Efficiency (nutrients of concern)

Include a percentage daily value (%DV) for free sugar content in the Nutrition Facts table and in front-of-package labeling

Foods with significant levels of nutrients of concern can not use a disease-reduction claim

Restaurant menu labeling requirements based on a strengthened Ontario program (improved salt and energy and core nutrient information)

Restrict  nutrients of concern in government procurement and food service, including para-governmental agencies such as schools and hospitals

Limit advertising of  foods with significant levels of nutrients of concern in non-broadcast settings, such as facilities under government control or receiving significant government support

A Nutrition Resource Centre funded in every province, independently or through a public health institution

Remove zero - rated HST/PST status for table salt and refined sugar

Continue negotiating sector specific sodium reduction targets with industry (voluntary compliance)

Amend the Food and Drug Regulations to change the basis of the Daily Value (DV) for sodium in the Nutrition Facts table (NFT)

Include a percentage daily value (%DV) for free sugar content in the Nutrition Facts table and in front-of-package labeling

Total sugars must  be placed on the Nutrition Facts table as per federal regulations (over the 5 year implementation period), with a %DV, but food manufacturers are not required to place a percentage daily value for free sugars on the nutrition facts table.  Given that absence, there will not be front-of-pack labeling  for free sugars, although total sugars have been included in FOP proposals (at a threshold of 15% of the DV, consistent with the nutrition facts table warnings).  Voluntary claims are permitted for representations such as "unsweetened",  "sugar-free", "no added sugar", "reduced sugar", and "lower in sugar".  Each product must meet specified targets to be legitimate.  Most of these are relative, eg., 25% less than the standard product.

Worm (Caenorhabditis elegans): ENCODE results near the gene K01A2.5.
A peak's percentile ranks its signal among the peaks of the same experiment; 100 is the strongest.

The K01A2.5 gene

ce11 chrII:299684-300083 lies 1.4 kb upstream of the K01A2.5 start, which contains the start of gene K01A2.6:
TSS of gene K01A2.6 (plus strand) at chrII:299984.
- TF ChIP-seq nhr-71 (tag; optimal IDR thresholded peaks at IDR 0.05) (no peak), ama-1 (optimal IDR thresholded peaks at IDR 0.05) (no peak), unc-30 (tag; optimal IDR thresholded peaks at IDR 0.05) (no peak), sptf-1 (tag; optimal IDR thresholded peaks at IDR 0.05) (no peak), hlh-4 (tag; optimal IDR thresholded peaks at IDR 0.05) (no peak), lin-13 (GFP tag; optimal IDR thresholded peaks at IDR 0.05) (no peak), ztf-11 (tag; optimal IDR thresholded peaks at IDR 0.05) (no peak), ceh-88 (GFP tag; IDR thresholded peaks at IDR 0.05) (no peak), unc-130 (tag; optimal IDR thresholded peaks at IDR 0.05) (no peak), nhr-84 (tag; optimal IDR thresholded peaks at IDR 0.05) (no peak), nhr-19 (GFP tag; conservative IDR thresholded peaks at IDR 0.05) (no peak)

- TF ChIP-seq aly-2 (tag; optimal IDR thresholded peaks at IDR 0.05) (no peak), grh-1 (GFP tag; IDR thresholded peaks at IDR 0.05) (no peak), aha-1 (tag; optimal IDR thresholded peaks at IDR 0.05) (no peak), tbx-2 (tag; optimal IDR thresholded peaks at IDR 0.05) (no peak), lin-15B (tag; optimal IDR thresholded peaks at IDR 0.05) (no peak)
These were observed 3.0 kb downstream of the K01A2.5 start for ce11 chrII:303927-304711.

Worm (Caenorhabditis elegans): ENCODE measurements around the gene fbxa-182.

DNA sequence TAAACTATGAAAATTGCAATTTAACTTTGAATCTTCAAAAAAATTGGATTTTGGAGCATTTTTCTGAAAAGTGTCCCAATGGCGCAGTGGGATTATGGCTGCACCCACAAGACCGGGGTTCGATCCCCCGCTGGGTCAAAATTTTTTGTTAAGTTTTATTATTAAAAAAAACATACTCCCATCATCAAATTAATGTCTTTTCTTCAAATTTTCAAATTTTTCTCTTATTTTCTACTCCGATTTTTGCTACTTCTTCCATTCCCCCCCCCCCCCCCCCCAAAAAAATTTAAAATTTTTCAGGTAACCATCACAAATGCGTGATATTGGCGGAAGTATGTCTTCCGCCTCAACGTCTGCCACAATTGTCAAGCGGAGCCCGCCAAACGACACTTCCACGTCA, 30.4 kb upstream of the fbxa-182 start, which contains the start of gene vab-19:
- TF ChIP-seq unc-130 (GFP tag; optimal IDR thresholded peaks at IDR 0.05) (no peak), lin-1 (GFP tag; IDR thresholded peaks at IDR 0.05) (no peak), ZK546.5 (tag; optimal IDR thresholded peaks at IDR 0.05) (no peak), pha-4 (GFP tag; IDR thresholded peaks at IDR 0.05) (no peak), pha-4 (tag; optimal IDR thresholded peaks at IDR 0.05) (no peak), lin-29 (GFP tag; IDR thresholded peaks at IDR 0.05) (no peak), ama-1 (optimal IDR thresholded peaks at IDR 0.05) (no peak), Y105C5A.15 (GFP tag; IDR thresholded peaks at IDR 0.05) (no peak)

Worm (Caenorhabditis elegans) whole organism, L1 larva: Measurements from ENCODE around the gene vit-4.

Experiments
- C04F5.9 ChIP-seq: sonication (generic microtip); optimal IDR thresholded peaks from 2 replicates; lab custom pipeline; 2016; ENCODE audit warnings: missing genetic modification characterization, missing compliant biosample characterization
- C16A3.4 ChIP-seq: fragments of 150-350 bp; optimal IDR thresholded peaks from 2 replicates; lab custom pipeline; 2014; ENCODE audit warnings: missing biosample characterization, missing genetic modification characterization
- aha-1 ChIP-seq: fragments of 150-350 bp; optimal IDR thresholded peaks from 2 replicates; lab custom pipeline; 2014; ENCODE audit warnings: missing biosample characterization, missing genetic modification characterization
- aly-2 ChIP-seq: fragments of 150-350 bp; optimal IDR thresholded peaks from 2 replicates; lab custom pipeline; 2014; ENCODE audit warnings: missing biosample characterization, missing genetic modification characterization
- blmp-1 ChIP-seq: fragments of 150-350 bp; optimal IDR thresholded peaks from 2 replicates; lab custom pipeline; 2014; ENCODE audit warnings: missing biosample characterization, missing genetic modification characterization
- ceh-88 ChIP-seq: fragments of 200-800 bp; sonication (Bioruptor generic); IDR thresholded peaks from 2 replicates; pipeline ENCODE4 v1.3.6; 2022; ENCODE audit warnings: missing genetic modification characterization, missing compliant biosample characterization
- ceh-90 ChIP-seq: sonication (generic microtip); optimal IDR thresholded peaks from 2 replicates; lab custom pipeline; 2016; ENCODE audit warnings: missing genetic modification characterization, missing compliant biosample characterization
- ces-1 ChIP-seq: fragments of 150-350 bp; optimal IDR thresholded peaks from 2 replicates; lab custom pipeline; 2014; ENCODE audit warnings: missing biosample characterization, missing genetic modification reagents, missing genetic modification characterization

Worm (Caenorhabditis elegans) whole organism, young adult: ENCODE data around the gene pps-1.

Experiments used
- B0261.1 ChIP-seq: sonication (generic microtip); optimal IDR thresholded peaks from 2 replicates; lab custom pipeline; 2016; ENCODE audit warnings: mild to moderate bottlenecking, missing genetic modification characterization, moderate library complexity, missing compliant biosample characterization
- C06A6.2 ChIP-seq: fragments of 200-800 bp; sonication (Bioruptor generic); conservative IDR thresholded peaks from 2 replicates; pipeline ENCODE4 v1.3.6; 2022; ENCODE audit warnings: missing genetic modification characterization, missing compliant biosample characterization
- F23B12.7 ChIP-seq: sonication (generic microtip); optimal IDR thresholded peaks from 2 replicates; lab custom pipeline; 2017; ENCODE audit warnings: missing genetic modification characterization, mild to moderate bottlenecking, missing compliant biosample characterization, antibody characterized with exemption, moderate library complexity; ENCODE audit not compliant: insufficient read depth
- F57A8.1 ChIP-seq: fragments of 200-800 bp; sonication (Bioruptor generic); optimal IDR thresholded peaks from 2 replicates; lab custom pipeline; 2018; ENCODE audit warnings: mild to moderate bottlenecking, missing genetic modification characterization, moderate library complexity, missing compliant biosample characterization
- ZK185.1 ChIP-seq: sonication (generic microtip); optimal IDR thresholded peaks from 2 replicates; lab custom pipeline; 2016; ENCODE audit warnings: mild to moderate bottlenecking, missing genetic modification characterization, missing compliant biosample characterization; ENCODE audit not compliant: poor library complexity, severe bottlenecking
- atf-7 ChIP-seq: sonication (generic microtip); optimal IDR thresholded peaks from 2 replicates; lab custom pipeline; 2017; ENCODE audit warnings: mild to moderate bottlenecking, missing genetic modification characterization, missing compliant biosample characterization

There remains some debate about how much added sugar in the diet is advisable.  The Canadian Heart and Stroke "... recommends you consume no more than 10% total calories per day from added sugars, and ideally less than 5%; that is, for an average 2,000 calorie-a-day diet, 10% is about 48 grams (or 12 teaspoons) of added sugars."  The American Heart Association suggests 7.5% (36 g or 9 teaspoons) is a more suitable target for men and 6 teaspoons for women. The WHO covers both these targets with its recommendation of 6-10%.  Health Canada needs to settle on a target they feel is supported by the evidence and use it.  Adjustments can be made later as the evidence becomes clearer.  The threshold for FOP labeling could be the same as the threshold for total sugars.

Foods with significant levels of nutrients of concern can not use a disease-reduction claim

Federal rules permit disease-reduction claims on food packaging under specified circumstances, including for sodium and potassium, vitamin D and calcium, saturated and transfats,  fruits and vegetables, and fibre. However, the rules for some of these claims permit significant levels of sugar and salt, meaning that one nutrient of negative concern may be reduced but not others, or a nutrient of positive concern may be augmented while nutrients of negative concern are still permitted.  The rules should be amended so that all nutrients of negative concern are below a specified level.  These levels can be taken from existing rules regarding reduced level claims, (eg. levels associated with "low in _____" claims).

Restaurant menu labeling requirements based on a strengthened Ontario program (improved salt and energy and core nutrient information)

Ontario passed the Healthy Choices Menu Act and regulations, implemented by food firms on January 1, 2017. It applies to all chain restaurants with 20 or more locations in Ontario. The regulation requires calorie information to be displayed on menus, labels and tags adjacent to the price. No other province has as developed an undertaking.  While this is an important initiative, it also has a number of weaknesses that need addressing if such an approach is to be implemented across the country. An early evaluation of its impact suggested that in the first year of operation there were no significant changes to calorie levels in the menu items (Scourboutakos et al., 2019).

The Ontario Food and Nutrition Strategy reviewed a number of studies that concluded that menu calorie information is insufficient on its own to change choices, but when combined with consumer education, and more comprehensive label information, it can reduce consumption of nutrients of concern.  This happens in part because when forced to label, food service operations are more likely to reformulate.

Food-EPI Canada (Ontario report) recommends that the provincial government,  "Update the Healthy Menu Choices Act to provide additional information for sodium on menus, and implement a comprehensive menu labelling education campaign and added fiscal incentive for industries to reformulate. In addition, require chain food service providers to fully disclose amounts of energy and the 13 core nutrients found on the Nutrition Facts table per serving size in an online format".  This should be done.